This girl has shown up in Noah Baumbach’s Frances Ha. We’ve read her ruminations on HelloGiggles, and we’ve watched her West Coast dopplegänger in Portlandia, which might as well be Brooklyn. We’ve seen her in the self-help blog-turned-book-turned-soon-to-be-tv-pilot Adulting: How to Become a Grown-Up in 468 Easy(ish) steps (produced by JJ Abrams). And as far as mass culture is concerned, we’ve seen shades of the same girl bubbling up on the major networks: In Fox’s New Girl, and CBS’s Two Broke Girls. The former is set in generic hipsterville USA (uh, Los Angeles) that also might as well be Brooklyn (spacious, neo-industrial loft, unfinished rooftop for impromptu bonding moments, benevolent hobos on the corner) while the latter is set in some bizarro version of Williamsburg (graffiti on the L train?). Because these are network programs, you’ll never see recreational use of Adderall or the string of underemployed, tattooed one night stands or the $12 spent on a jar of artisanal pickles. These Brooklyn Girls wear full faces of makeup and always have on underwear.

It was inevitable that market forces would capitalize on the Brooklyn Girl trend. Along with Burgess’s Brooklyn Girls, there is a Girls-inspired reality series about Greenpoint residents currently in the offing. (Casting agents put a call out for “well-educated and cultured extroverts.”). Though the cover of another buzzy summer book, Iris Has Free Time, screams second generation Sex and the City (it features a girl with long curly hair a la SJP, clad in a blue tutu reminiscent of the opening credits), the jacket tells readers that Iris is really, in essence, just another Brooklyn Girl. (“Whether passed out drunk at The New Yorker where she’s interning; assigning Cliffs Notes when hired to teach humanities at a local college; getting banned from a fleet of Greek Island ferries while on vacation, or trying to piece together the events of yet another puzzling blackout — ‘I prefer to call them pink-outs, because I’m a girl’ — Iris is never short on misadventures.”)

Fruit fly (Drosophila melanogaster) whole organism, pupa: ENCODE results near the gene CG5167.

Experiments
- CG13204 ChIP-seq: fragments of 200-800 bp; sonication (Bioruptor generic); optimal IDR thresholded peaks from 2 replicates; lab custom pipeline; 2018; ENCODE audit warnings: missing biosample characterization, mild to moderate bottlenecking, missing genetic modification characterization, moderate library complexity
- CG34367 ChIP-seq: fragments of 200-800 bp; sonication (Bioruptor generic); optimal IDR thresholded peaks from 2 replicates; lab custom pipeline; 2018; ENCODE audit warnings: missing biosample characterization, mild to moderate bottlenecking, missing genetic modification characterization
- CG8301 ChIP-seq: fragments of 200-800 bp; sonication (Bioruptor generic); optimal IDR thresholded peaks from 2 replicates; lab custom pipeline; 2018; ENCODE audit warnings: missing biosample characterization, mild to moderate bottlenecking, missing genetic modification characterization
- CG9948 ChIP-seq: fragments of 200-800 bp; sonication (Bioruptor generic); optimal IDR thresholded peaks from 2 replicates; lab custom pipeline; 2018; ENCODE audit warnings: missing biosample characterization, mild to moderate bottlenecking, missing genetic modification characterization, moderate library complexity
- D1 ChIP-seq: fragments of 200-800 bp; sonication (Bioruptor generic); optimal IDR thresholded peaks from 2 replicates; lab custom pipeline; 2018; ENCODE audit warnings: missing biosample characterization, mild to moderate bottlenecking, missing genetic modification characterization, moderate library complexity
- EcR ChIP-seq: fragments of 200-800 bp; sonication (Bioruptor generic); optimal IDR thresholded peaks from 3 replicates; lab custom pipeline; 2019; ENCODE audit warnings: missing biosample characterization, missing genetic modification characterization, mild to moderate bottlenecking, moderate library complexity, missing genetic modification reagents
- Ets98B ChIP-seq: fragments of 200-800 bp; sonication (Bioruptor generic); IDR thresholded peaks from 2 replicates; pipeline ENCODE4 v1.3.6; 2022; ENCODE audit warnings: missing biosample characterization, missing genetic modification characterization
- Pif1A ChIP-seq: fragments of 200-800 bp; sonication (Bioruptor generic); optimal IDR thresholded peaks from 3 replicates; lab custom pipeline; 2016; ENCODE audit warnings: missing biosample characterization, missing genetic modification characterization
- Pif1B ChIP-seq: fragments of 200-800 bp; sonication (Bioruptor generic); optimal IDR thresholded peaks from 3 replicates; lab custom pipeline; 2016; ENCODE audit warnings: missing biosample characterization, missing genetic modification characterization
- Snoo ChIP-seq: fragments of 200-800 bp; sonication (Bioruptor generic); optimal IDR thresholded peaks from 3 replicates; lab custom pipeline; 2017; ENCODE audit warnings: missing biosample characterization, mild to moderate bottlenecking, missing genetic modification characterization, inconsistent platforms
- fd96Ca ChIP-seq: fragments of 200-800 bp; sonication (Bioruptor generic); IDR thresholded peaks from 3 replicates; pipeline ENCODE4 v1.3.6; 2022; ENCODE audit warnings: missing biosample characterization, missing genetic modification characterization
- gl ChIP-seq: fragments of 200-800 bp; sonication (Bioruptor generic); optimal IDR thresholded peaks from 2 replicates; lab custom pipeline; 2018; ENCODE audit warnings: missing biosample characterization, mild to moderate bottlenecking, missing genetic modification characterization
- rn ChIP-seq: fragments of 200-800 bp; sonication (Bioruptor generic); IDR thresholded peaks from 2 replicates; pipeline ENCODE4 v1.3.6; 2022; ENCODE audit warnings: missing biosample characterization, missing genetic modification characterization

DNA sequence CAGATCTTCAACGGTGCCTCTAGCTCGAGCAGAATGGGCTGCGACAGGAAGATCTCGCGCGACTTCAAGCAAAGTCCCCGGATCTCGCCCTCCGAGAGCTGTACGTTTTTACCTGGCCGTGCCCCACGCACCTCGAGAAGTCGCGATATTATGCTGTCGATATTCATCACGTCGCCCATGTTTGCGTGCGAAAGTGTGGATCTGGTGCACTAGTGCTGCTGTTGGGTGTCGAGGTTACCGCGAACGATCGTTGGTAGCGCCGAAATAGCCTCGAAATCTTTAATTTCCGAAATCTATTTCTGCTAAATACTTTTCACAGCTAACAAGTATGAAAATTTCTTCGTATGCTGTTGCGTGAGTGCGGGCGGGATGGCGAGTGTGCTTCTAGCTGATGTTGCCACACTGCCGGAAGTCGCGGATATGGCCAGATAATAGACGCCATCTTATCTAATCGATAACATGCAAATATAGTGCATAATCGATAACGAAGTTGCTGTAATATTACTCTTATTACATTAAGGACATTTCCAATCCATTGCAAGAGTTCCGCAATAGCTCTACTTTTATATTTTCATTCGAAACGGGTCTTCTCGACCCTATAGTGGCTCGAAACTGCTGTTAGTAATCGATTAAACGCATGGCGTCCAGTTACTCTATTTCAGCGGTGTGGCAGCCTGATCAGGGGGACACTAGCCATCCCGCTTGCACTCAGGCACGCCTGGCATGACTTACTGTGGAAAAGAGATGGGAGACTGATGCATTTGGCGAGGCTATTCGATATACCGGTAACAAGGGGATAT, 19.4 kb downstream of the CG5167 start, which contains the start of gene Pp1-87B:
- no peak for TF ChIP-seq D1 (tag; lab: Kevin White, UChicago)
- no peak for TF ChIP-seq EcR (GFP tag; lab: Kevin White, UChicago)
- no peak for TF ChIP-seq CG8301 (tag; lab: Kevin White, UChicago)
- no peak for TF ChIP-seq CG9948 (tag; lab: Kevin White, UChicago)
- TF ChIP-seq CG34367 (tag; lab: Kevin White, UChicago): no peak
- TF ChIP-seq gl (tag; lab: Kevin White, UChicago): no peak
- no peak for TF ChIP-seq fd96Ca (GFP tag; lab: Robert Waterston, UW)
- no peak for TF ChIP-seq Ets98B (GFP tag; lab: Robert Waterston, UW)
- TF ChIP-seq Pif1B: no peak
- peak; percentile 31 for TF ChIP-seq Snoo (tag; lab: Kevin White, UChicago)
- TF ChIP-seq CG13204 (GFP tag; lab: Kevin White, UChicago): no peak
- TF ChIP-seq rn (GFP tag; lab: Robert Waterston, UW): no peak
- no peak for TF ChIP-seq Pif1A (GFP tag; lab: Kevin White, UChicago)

But what’s most ironic (another Brooklyn trope!) is that the girls – Dunham, Liz Meriwhether, Whitney Cummings, Burgess – who’ve created so many of these new Brooklyn Girls are anything but wandering and lost. And neither, for that matter, are many real women now living in Brooklyn. In 2007, a study out of Queens College found that young, childless women in New York and other large urban areas were outearning their male counterparts. Three years later — after the recession had begun — a follow-up study only confirmed the data.  And earlier this year, we learned that women are increasingly the chief breadwinners in their households, which implies that they had some sort of career foundation in their twenties. Given the fact that Brooklyn’s soaring real estate prices have renters shelling out an average $2,400 a month for a studio in Bushwick, it’s hard to believe it’s all parent-financed, or that there aren’t women with real jobs renting in the neighborhood. Isn’t it odd how few representations of that Brooklyn Girl – powerful, independent, employed for profit – there are in pop culture? She's probably too busy working to write the book.

Yael Kohen lives in Brooklyn. She is the author of We Killed: The Rise of Women in American Comedy.